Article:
How Much Perceived Value Does Video Have?

12 replies
I note that a lot of people recommend adding videos to their product, or making the product a video as opposed to an eBook. The typical reason given is that video has a higher perceived value than just text.

Note that people generally say a higher perceived value rather than a higher actual value.

Establishing an actual value would naturally depend on the product, but when we're talking about a perceived value, is there any hint or indication as to what that might be? Does a video product have, say, a 10% greater perceived value than text? 20%? 30%?

I have an eBook that I am finalizing, and I am wondering if it would be worth the effort to create a set of videos to go along with it. My target price for the eBook is $37. I haven't gotten any feedback from my test readers yet, but I think that $37 is a good value for the eBook as planned. So, I'm wondering what value might be added if I were to do videos? Could I charge more, or is it something that would help to increase conversions?

The videos wouldn't contain any additional information beyond what is in the eBook. The benefit would be to those that want to watch or see something because maybe it's easier for them to learn by seeing something being done rather than reading about it. Where step-by-step instructions are needed, I think I've done a thorough job of covering that in the eBook, so the video would simply show that.

Or, do I release the eBook as planned, and maybe add videos later depending on sales? I'd really like to get this eBook done and out the door; if I add videos, I'm guessing that may add an additional month to finalize.
#perceived #video
  • Profile picture of the author Palo Coyote
    Hi Dan,
    I have a friend to almost quite literally does not read. He doesn't read books because he says he falls asleep. He will watch instructional videos and the other thing he will do is listen to podcasts, books on tape, and audio. Whether the video and audio has a "higher perceived value" or not if you put a package together with your e-book, video series, and podcasts or MP3s that people could load into their player, and take with them in their car or anywhere else, you would be over delivering on a huge scale. And people would feel like they were getting the "Big Gigantic Wonderful Package of Information." And then probably say things like, "That Dan is just a fantastic human being."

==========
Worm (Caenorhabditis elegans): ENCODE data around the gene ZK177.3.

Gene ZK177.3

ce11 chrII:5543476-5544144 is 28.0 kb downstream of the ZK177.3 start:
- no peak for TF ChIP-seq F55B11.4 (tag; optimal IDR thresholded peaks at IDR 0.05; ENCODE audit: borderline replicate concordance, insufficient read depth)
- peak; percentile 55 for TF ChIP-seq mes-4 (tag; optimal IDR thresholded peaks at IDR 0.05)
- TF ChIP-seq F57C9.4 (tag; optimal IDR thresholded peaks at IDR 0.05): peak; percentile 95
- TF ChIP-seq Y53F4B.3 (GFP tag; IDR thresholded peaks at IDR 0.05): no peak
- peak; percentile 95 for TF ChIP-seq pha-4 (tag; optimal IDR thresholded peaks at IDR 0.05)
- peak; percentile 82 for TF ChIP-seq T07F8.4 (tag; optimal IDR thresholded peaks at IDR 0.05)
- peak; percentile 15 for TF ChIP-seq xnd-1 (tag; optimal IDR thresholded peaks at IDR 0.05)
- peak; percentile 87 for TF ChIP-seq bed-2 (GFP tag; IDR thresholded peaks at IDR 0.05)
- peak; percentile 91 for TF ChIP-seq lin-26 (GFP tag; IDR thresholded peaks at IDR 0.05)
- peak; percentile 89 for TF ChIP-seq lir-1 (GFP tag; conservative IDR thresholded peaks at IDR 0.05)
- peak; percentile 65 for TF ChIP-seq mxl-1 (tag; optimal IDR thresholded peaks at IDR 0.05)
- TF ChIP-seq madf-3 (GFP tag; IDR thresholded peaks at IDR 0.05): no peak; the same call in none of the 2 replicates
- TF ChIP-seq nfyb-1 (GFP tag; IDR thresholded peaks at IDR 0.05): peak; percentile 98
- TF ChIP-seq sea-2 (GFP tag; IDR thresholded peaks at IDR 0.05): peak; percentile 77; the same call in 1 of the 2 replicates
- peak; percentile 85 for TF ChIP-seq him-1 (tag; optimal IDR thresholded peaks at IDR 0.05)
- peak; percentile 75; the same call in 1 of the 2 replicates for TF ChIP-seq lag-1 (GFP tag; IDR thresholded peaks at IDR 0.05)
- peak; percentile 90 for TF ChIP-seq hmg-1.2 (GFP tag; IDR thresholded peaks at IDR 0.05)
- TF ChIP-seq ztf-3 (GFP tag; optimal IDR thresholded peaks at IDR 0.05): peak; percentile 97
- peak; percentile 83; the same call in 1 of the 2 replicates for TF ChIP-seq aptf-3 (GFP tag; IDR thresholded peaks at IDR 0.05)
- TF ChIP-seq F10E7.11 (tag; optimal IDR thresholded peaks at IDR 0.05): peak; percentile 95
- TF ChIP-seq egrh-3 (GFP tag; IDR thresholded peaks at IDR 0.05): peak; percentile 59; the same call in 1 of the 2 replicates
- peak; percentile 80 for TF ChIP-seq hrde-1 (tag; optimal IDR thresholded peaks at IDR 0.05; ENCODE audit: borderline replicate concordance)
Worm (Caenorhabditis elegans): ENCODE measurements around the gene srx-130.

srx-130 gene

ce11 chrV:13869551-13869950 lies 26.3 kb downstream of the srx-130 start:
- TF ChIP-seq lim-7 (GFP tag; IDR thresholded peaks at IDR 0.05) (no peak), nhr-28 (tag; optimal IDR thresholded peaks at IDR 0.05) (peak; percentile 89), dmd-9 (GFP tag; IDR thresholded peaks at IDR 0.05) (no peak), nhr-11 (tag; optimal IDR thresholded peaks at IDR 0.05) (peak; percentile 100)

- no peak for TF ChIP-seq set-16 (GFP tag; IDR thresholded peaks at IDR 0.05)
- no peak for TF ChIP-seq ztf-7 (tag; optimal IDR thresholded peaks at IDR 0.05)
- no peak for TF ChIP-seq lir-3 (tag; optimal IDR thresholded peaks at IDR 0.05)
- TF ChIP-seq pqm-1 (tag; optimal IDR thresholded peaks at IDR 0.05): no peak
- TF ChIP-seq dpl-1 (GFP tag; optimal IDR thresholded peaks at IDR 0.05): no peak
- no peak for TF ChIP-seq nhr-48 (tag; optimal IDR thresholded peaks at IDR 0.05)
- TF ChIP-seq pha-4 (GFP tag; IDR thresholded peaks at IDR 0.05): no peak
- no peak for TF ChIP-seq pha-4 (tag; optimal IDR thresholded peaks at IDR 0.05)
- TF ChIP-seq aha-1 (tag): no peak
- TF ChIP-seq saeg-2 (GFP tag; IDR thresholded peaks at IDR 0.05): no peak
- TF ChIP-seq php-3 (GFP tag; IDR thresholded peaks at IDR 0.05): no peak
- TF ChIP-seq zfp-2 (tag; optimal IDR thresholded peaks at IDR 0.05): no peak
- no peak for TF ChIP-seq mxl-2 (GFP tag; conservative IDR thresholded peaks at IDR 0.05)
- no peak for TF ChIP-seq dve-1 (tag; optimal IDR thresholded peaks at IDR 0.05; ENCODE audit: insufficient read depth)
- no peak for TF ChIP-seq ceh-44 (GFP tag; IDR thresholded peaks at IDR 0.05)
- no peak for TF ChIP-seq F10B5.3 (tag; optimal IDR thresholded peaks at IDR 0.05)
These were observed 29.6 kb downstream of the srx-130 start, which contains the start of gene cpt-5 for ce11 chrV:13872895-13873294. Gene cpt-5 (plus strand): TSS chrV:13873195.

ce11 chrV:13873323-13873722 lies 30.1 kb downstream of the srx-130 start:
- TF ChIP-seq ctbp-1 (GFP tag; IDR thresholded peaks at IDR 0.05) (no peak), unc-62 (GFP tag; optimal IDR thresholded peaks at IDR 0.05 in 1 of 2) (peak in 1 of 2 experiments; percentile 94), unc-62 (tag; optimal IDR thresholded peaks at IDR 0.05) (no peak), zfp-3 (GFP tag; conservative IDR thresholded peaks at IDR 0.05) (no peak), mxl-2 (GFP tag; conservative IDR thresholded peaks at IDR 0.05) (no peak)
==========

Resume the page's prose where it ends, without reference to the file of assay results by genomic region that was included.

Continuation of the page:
Just my 2 cents.

    No sig today.

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  • Profile picture of the author BlueStar
    A physical product almost always has more perceived value.

    CD, DVD, manuals, MP3, etc...

    I know of a marketer who was selling credit info via Digital download and made little money.

    He then went to Physical CD's, DVD's, and manuals, raised his price thru the roof and made Millions. Identical as Ebook but value was created. Go figure.
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    • Profile picture of the author Jeff Henshaw
      Video is great, provided that you can view and hear it.

      There lies the problem - many people cannot download, or view video, due to the limitations of their Internet connection.

      The limitations are not restricted to dial up connections either. I have a broadband connection, but there are only certain times of the day (best between 1:00am and 3:00am - so not good for my slumber!) when I can download quickly and view unbroken video.

      This is because I am close to the end of my telephone exchange line, so when many private and business users are on line, my service resorts to a crawl.

      Just something to bear in mind, in my opinion.

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      • Profile picture of the author kenanmedia
        I love videos becaucse I am too lazy to read. And I am quite sure that other people prefer video too. The technological barrier isnt as huge as it was some years ago. I am not saying that video will replace text, but its a great alternative.